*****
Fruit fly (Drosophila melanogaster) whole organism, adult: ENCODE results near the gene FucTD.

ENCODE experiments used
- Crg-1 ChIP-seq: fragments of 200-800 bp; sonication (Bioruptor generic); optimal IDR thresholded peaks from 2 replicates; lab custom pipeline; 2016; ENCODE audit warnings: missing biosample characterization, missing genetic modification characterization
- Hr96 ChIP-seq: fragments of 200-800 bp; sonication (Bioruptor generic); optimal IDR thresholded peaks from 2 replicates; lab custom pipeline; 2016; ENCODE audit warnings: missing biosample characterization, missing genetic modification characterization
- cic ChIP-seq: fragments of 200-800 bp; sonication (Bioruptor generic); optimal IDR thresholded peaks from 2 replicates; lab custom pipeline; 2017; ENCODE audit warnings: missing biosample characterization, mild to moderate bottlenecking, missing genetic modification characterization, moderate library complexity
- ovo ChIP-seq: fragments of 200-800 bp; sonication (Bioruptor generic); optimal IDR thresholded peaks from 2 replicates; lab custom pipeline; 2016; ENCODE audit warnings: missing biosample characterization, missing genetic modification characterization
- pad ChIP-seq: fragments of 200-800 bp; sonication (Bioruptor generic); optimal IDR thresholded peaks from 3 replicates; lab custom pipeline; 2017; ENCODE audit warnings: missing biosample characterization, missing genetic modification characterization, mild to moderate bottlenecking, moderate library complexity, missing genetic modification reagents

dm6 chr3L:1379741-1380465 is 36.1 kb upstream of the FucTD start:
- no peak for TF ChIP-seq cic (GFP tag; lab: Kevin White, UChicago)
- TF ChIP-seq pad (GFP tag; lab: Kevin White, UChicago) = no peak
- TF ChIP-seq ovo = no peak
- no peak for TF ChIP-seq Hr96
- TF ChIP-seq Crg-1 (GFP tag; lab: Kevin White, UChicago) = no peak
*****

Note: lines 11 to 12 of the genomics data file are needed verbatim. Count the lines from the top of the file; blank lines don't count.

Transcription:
- TF ChIP-seq ovo = no peak
- no peak for TF ChIP-seq Hr96